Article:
Discovering Africa

Tanya Marsh

Tanya Marsh

Africa seems a distant, unlikely destination for many university students and professors. However, recently two different groups from SDSU experienced that far-off place.

A group of 20 students, four faculty members and one photographer headed to four countries in West Africa for two weeks over spring break. The group was actually a class — ABS 382 — which has been studying different aspects of African life.

The trip, which let students see Ghana, Burkina Faso, Benin and Togo, was the real learning experience, senior journalism student Abby Bischoff said.

“We did these reports (on Africa) before we went and we heard professors speak who had been there before, but nothing could prepare you for what it was,” she said.

After learning about the slave, salt and gold trade, liberation, modernization, colonialization and tribal cultures, Bischoff said the class spent time doing activities related to their studies.

The class enjoyed safaris, tours of museums and a palace, and trips to wildlife refuges, which were a highlight for Bischoff.

“I really liked the monkey sanctuary because it was like you were just walking in the jungle … and then all the sudden you hear this noise, this rustling and chattering and it’s a monkey, coming up to you, like a foot away.”

She also enjoyed meeting the African children, many of whom had never seen white people before.

“We had an audience,” she said, describing children waving exuberantly from the roadside and touching the students to see if they were real.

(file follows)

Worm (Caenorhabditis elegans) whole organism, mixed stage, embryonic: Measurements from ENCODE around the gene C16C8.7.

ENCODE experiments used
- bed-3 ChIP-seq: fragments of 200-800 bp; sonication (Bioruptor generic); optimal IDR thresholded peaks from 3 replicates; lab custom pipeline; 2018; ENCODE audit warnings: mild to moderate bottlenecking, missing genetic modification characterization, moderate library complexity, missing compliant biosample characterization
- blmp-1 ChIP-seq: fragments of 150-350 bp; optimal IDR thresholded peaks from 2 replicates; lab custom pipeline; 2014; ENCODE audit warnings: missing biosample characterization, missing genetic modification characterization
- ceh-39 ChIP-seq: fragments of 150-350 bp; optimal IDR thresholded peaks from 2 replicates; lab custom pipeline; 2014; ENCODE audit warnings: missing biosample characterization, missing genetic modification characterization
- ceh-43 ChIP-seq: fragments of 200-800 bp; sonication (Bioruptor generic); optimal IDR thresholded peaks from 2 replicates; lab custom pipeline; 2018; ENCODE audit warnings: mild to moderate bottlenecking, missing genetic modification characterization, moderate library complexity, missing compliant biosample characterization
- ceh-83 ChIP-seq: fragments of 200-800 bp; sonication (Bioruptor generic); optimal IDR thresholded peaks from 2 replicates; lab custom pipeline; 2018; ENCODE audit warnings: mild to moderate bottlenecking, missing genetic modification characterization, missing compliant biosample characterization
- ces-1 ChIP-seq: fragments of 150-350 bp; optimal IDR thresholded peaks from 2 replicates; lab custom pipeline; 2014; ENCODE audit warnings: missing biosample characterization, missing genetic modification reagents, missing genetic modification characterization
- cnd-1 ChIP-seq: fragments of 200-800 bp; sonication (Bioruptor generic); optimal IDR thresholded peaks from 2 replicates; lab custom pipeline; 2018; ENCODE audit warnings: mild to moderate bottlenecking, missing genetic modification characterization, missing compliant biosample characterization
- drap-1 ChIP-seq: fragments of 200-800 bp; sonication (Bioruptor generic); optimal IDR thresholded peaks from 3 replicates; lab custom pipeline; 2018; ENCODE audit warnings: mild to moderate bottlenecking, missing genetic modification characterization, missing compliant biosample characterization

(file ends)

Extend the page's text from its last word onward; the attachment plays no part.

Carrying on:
A second educational visit to Africa involved five professors from SDSU heading to Cairo, Egypt, for a week.

Those who went abroad were Madeleine Andrawis, professor of electrical engineering and coordinator of the Teaching Learning Center; Scott Wallace, professor of visual arts; Steve Marquardt, dean of libraries; James Paulson, professor of journalism; and April Brooks, professor of history and coordinator of women’s studies.

Brooks explained the goal of the trip.

“We went to visit the American University in Cairo because we have an exchange with them and we were looking for programs where our students would fit,” she said.

Andrawis said it was important for the professors to see the country.

“I felt the faculty needed to be educated about the Egyptian culture so professors from different programs can encourage students to go on this educational experience,” she said.

Brooks said she felt that goal was met, and now she wants students to gain the broader vision of the world which she gained.

“Students need to understand the Islamic world. They need to understand that it is not all alike, that it is very different depending on here you go,” she said.

Andrawis said this vision of the Islamic world would benefit students, and that some of the courses offered through the exchange would be best learned in Egypt.

“They have areas that are specific to the region — a Middle East studies program, African student program, Egyptology program, Arabic studies,” she said. “Things like that would be very nice to take at AUC versus SDSU.”